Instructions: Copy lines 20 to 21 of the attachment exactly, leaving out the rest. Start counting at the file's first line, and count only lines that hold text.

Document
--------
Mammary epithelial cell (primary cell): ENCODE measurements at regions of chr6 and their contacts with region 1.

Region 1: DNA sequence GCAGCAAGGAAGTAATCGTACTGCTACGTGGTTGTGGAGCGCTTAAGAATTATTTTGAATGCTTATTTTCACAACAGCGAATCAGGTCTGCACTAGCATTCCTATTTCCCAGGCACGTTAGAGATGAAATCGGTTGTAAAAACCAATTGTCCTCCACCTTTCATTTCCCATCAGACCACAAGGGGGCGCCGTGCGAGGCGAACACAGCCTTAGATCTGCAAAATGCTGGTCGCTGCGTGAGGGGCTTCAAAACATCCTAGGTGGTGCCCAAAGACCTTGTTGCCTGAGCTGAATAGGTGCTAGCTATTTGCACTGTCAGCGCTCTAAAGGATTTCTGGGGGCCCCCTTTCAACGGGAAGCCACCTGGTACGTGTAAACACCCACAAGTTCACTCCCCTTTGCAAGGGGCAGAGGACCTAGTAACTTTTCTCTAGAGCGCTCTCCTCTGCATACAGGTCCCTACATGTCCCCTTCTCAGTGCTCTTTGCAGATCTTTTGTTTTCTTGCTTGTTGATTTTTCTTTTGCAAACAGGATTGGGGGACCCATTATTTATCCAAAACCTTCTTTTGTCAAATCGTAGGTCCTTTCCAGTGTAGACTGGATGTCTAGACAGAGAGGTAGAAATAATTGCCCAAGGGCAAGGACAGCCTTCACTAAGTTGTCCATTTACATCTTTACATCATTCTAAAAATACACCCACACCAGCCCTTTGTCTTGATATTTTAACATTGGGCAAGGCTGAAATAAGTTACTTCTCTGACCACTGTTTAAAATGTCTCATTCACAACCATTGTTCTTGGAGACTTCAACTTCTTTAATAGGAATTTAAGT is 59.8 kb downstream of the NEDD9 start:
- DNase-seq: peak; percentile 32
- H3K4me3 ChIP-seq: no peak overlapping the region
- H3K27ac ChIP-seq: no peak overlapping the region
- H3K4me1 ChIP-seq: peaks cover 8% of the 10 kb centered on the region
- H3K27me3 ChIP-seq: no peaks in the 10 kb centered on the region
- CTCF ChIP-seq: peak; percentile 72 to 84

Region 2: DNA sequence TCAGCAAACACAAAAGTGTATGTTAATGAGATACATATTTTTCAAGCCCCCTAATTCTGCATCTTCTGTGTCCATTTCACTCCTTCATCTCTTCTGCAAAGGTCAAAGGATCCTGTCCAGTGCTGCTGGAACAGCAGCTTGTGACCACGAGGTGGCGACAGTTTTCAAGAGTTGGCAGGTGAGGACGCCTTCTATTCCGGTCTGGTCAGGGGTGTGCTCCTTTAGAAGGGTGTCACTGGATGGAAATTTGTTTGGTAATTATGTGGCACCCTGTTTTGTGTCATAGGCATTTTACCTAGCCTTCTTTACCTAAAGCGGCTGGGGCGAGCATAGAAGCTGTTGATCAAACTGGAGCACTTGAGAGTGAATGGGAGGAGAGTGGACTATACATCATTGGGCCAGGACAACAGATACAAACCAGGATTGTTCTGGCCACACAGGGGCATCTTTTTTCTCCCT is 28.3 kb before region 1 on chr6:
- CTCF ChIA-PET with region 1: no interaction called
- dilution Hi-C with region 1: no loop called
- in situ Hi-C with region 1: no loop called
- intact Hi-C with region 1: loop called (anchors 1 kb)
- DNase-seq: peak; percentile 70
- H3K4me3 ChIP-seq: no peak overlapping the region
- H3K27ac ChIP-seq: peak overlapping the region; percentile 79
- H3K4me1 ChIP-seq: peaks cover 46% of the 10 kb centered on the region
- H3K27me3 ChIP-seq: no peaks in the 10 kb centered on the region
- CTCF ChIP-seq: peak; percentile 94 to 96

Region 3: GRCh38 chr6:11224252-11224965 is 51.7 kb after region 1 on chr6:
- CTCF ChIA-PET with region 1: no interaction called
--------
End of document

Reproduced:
Region 3: GRCh38 chr6:11224252-11224965 is 51.7 kb after region 1 on chr6:
- CTCF ChIA-PET with region 1: no interaction called